ONCE WORD spread that legendary actress Pam Grier—the star of films such as Foxy Brown and Jackie Brown—was coming to the Portland Black Film Festival for a Q&A and a screening of her 1973 blaxploitation landmark Coffy, tickets for that showing sold like hot buttered biscuits. What a wonderful “Happy Black History Month” gift to us from David F. Walker, the festival’s curator.
“The first show was already sold out. We had to add a second show,” Walker says. “I’ve met so many people over the years whose work has inspired and entertained me, but [Pam]’s one of the few that I’ve never met. And just the opportunity to have a conversation with her, and the challenge of not becoming a total geek [or] total fanboy while we’re on stage together is... that in and of itself is, ‘Hey, that’s a challenge worth taking! Let’s see if I can do that!’”
Even if you’re not one of the lucky individuals who will get to bask in Grier’s glorious presence, there are still A LOT of great films you should see this month. “The one I think I want everyone in the world to see is I Am Not Your Negro, which is Raoul Peck’s film about James Baldwin,” Walker says, citing Baldwin as one of his favorite writers.
As busy as Walker is with writing comics for Marvel, teaching classes at Portland State, working on a book, and crafting a spec TV pilot, he still finds time to curate the festival, which he’s been involved with since it began five years ago.
As for this year’s offerings, Walker says Yoruba Richen’s The New Black (which examines how the black community grapples with the gay marriage movement), and Maya Angelou: And Still I Rise are the ones he most wants to share. If those sell out, Soul on Ice could be the most interesting hockey movie since D3: The Mighty Ducks—it’s about black hockey player Jaden Lindo, chasing a dream of playing in the NHL.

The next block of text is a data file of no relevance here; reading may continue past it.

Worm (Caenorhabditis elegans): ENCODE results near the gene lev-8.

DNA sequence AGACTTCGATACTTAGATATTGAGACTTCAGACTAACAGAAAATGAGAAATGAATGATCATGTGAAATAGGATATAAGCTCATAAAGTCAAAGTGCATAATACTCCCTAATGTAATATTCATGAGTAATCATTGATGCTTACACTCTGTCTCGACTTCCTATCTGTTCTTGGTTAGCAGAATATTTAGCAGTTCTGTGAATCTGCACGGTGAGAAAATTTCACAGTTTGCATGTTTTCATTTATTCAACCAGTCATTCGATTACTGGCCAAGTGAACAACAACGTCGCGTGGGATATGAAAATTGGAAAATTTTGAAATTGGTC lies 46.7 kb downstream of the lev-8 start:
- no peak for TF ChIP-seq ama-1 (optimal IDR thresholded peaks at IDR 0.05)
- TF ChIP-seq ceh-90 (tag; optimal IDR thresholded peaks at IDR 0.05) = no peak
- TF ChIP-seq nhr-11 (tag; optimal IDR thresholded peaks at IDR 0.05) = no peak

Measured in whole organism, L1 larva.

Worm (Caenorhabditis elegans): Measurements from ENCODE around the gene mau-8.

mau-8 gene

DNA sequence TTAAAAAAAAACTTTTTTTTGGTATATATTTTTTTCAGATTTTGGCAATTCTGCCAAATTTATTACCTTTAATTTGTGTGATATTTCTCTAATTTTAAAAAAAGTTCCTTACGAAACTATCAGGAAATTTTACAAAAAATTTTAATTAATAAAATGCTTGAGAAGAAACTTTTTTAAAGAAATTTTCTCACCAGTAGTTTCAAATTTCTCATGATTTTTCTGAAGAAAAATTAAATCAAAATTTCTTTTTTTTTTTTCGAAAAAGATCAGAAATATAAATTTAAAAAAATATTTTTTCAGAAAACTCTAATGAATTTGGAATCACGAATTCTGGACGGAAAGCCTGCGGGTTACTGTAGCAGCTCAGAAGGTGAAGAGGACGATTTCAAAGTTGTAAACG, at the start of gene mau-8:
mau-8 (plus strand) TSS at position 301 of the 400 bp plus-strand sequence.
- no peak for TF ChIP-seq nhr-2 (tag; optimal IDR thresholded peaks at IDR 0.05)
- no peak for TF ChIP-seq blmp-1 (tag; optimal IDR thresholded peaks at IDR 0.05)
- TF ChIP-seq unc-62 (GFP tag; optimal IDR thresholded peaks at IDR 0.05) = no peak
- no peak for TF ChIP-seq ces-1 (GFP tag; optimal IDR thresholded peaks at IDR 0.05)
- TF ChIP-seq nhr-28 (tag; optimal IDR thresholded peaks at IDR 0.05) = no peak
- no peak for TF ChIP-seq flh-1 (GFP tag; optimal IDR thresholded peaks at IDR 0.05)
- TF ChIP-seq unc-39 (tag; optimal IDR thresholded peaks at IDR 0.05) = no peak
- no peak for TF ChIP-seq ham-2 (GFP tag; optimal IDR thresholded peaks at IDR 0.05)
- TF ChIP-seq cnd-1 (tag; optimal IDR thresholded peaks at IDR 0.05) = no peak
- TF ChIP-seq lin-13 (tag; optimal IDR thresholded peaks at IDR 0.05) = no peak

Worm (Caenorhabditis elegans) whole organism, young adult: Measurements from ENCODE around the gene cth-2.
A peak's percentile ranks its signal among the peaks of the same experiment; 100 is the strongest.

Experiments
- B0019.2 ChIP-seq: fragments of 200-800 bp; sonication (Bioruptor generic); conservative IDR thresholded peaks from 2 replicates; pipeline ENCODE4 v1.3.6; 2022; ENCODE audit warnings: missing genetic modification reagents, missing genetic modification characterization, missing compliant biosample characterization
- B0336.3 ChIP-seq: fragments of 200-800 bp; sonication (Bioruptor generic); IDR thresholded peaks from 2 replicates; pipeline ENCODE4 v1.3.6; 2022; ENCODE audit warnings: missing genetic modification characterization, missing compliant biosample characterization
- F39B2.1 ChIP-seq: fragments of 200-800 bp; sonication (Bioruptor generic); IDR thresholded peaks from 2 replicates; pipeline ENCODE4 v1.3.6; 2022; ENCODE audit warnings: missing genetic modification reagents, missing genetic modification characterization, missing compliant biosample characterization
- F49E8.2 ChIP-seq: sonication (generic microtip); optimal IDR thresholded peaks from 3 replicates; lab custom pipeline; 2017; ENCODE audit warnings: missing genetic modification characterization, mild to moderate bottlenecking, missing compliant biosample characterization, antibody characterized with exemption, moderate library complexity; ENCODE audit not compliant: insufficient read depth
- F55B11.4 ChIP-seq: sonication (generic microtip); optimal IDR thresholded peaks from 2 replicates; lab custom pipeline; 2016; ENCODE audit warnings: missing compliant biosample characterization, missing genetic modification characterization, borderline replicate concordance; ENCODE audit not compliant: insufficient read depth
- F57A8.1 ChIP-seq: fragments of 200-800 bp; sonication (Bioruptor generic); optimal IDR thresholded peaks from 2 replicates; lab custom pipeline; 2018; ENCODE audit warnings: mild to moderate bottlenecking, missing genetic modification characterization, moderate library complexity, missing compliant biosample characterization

Alternately, if you’re in the mood for something joyous, I recommend getting an appropriate level of stoned and snatching some tickets to Soul Train Express—a program that promises classic Soul Train performances from the likes of Aretha Franklin, Marvin Gaye, and Ike and Tina Turner—or the Prince-directed 1987 concert film Sign o’ the Times.
If there’s anything positive to say about 2016, it’s that the year marked a plethora of diverse, dignified, hilarious, and just too-damn-good black TV and filmmaking. From Shonda Rhimes’ takeover of ABC with her Grey’s Anatomy/Scandal/How to Get Away with Murder marathon, to Ava DuVernay’s punch-you-in-the-gut-fantastic Netflix documentary 13th; and from Donald Glover’s Atlanta to Issa Rae’s Insecure to the true story of unsung NASA sheroes in Hidden Figures, the list goes on to the extent that it’s challenging to keep up with all these stories—in a good way!
But while Walker is ecstatic about Oscar-nominated films from black directors, like Denzel Washington’s Fences and Barry Jenkins’ Moonlight, he has no plans to watch the awards show.
“I have no vested interest in the Oscars,” he says. “In the broad scheme of things, they don’t mean much, other than they are artificial indicators of progress.”
The Portland Black Film Festival, on the other hand, provides actual opportunities to increase your knowledge of black history and artistry. In addition to hosting discussions after each screening, Walker is scheduled for an infotaining lecture, “Black Images Matter,” in which he’ll use film clips to examine depictions of African Americans onscreen.
Here in the country’s whitest metropolis, I hope black folk aren’t the only ones who’ll come out to these events and actively listen to these voices during Black History Month. After all, black history is American history, and now is a great time to brush up.
“Don’t be afraid of movies that might actually engage you,” Walker says. “We have been emotionally, intellectually, and spiritually damaged and injured, especially in the last several months. Here’s an opportunity to start healing ourselves.”